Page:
It's truly difficult to believe that Netflix sensation Making A Murderer is only just over a month old, less so that our very own Mark Farrelly predicted its success long before it transcended television to make news headlines.
With the entertainment garnered the world over by a real-life murder case reaching uncomfortable levels, the only thing we can be sure of is that there will be a second season. Nothing is confirmed but, of course, money talks, and so does the internet.
With a green light for the show's sophomore season reportedly imminent, here is every development you need to know about Teresa Halbach's murder case - including every twist since the first season of Making A Murderer aired.
The Show's Creators Have Been In Further Contact With Steven Avery
Moira Demos and Laura Ricciardi have revealed that they’ve already recorded conversations between themselves and the convicted Avery with a view to extending the docu-series into the future.
...what we’ve managed to do in the past four weeks is have several phone calls with Steven Avery which we have recorded with an eye toward including them in future episodes,
Ricciardi told IGN.
As we said before, in relation to this story, this story is ongoing, these cases are open,
said Demos. She continued:
It’s real-life so you don’t know what’s going to happen. We are ready… if there are significant developments, we will be there. And we are looking at other stories, as well.
A Metric Shit-Ton Of Evidence Was Ommitted From The First Season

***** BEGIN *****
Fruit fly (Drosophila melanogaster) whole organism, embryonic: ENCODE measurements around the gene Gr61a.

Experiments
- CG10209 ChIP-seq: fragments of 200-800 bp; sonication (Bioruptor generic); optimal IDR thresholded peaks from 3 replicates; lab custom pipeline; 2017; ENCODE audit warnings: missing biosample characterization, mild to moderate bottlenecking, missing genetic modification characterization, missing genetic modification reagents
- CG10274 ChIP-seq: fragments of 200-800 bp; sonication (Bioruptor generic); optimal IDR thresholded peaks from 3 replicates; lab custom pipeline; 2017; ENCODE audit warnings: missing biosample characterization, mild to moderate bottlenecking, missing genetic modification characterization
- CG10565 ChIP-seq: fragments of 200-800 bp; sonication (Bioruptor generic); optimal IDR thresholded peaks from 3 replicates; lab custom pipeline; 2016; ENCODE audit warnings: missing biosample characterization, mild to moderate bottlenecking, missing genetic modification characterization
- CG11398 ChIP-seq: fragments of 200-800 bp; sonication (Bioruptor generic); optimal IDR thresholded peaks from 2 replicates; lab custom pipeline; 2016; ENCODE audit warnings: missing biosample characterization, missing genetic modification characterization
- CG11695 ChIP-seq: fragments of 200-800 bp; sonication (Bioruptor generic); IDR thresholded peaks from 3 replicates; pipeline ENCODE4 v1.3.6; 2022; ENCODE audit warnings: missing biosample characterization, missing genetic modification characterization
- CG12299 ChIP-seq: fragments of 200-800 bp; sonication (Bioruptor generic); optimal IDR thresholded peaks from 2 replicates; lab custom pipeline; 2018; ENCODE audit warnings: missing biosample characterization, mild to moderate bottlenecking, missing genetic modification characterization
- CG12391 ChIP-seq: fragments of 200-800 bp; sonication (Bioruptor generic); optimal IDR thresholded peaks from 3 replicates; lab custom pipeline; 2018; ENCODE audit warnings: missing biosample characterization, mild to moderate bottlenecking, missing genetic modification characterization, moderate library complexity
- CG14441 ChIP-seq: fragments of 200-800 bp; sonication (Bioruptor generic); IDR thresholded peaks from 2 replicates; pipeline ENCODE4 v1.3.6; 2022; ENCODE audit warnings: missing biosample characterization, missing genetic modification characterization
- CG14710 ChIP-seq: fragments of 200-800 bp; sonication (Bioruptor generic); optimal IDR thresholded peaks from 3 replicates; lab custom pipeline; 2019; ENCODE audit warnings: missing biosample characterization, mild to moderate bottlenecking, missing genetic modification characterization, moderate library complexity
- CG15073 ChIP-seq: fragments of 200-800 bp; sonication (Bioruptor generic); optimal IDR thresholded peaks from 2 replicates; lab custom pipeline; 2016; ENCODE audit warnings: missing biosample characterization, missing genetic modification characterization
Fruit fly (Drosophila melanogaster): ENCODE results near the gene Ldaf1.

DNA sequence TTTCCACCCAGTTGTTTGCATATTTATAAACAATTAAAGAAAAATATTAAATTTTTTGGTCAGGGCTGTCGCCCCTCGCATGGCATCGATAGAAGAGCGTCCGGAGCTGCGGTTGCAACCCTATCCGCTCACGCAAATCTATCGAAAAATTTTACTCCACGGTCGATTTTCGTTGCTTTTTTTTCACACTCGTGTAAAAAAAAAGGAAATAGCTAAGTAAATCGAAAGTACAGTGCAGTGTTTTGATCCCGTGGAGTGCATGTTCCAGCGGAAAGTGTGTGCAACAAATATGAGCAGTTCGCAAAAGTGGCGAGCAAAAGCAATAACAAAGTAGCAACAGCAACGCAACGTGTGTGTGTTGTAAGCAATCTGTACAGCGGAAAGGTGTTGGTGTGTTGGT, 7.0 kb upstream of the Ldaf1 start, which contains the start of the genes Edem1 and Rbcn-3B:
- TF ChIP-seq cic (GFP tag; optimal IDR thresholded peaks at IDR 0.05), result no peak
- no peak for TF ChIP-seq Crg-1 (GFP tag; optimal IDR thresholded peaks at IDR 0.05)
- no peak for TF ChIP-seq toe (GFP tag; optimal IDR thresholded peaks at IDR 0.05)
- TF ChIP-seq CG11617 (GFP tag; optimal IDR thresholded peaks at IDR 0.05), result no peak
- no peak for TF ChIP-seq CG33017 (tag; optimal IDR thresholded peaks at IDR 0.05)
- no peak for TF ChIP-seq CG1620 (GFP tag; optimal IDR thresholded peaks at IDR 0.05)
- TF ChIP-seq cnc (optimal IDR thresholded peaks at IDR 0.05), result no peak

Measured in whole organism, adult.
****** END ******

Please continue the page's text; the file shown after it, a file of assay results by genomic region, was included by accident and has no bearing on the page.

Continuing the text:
Those who have watched Making a Murderer will know that a serious amount of time was spent looking at the blood left in the Toyota Rav4. It was later shown to be Avery’s, with the documentary implying it was planted by Wisconsin officers. According to prosecutor Ken Kratz, however, there was more DNA evidence found in the car. In an interview with Maxim, he said sweat was found under the car’s hood.
Another piece of information Kratz said was not mentioned was that Avery had allegedly met Halbach while “just wearing a towel”. He also told People that:
She was creeped out [by him]. She [went to her employer and] said she would not go back because she was scared of him.
Other details - such as the documentary skirting over Avery's horrific burning of a cat prior to his original conviction, and his use of a fake name when 'requesting' Auto Trader once again send Teresa Halbach to his property - were not included, nor were the claims that Avery told fellow inmates he wished to create a 'torture chamber' on his initial release from prison in 2003.
While he was in prison [from 1985 to 2003], Steven Avery planned the torture and killing of a young woman, new documents released Wednesday indicate.
Kratz also included in Wednesday's filings statements from prisoners who served time with Avery at Green Bay Correctional Institution. They said Avery talked about and showed them diagrams of a torture chamber he planned to build when he was released.
These claims are yet to be proven true.